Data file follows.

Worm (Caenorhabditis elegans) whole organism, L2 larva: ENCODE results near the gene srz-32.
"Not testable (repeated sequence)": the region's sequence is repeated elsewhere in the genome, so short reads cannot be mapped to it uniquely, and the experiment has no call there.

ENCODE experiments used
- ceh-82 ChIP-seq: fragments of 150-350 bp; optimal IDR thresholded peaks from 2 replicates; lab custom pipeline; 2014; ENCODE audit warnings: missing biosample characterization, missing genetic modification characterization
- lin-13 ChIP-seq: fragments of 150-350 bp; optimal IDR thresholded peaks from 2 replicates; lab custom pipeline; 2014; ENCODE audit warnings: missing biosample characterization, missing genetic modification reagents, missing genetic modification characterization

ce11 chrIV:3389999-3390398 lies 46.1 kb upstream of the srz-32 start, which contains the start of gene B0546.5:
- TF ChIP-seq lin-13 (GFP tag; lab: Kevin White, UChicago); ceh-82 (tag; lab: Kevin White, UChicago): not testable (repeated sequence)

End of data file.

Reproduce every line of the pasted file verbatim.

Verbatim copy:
Worm (Caenorhabditis elegans) whole organism, L2 larva: ENCODE results near the gene srz-32.
"Not testable (repeated sequence)": the region's sequence is repeated elsewhere in the genome, so short reads cannot be mapped to it uniquely, and the experiment has no call there.

ENCODE experiments used
- ceh-82 ChIP-seq: fragments of 150-350 bp; optimal IDR thresholded peaks from 2 replicates; lab custom pipeline; 2014; ENCODE audit warnings: missing biosample characterization, missing genetic modification characterization
- lin-13 ChIP-seq: fragments of 150-350 bp; optimal IDR thresholded peaks from 2 replicates; lab custom pipeline; 2014; ENCODE audit warnings: missing biosample characterization, missing genetic modification reagents, missing genetic modification characterization

ce11 chrIV:3389999-3390398 lies 46.1 kb upstream of the srz-32 start, which contains the start of gene B0546.5:
- TF ChIP-seq lin-13 (GFP tag; lab: Kevin White, UChicago); ceh-82 (tag; lab: Kevin White, UChicago): not testable (repeated sequence)